When writing fiction, whether I’m examining ethnic identity or focused on some other subject matter entirely, I have always been more interested in archiving memories and recreating the world around me than frolicking in the infinite thrills of imagination. That is to say I often write to record altered versions of my experiences or approach a tangible problem in a fictive setting. I avoid too much, if any, autobiographical information, but even our wildest dreams are grounded in our sensory understanding of the world as we perceive it. The romantic idea of separating our senses or identities from writing is impossible. With this mentality, my understanding of my ethnicity has proven integral to my choices as an author. What I’ve come to love most about fiction is its ability to help me examine issues such as ethnic identity from a new perspective. In my nonfiction, it’s easier to approach such subject matter head-on. By putting words on the page, I can solidify thoughts that would otherwise remain undefined, as well as prove — to what I’m certain is my grandfather’s eternal delight — that I’m still here. My name, in the act of being written anywhere or on anything, offers inherent proof of our survival.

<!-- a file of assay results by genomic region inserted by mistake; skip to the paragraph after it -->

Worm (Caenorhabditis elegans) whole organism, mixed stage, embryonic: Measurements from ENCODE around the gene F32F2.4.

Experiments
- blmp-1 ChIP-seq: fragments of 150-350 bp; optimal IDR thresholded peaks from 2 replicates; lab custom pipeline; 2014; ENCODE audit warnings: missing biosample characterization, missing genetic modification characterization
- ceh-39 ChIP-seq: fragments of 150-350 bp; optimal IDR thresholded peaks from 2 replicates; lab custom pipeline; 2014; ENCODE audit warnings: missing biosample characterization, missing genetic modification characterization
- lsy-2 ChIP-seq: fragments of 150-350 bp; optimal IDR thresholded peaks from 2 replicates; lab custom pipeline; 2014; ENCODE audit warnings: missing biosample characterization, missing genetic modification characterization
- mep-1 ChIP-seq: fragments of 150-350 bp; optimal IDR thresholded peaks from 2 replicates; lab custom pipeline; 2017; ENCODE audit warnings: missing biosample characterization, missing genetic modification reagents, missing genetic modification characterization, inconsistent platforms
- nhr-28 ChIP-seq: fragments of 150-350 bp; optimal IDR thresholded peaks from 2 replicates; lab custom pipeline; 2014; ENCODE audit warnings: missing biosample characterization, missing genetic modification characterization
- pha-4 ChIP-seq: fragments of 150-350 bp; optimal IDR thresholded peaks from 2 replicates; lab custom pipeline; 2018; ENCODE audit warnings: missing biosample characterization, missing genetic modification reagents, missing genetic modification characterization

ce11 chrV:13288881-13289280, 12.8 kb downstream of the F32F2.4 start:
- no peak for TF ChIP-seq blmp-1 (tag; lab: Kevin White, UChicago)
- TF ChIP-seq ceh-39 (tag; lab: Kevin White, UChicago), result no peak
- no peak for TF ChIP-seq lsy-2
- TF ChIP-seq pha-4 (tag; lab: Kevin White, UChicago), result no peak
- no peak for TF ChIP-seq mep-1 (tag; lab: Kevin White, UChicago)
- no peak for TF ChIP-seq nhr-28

• While people continue to memorialize former US President George H. W. Bush, some people are pointing out that much of what we’re complaining about today with the Trump White House was also done by Bush I. Here are two threads:
  • And the Christmas decorations at the White House are inspiring a lot of commentary. Two of my favorites:

Required Reading is published every Sunday morning ET, and is comprised of a short list of art-related links to long-form articles, videos, blog posts, or photo essays worth a second look.

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Hrag Vartanian

Hrag Vartanian is editor-in-chief and co-founder of Hyperallergic. You can follow him at @hragv.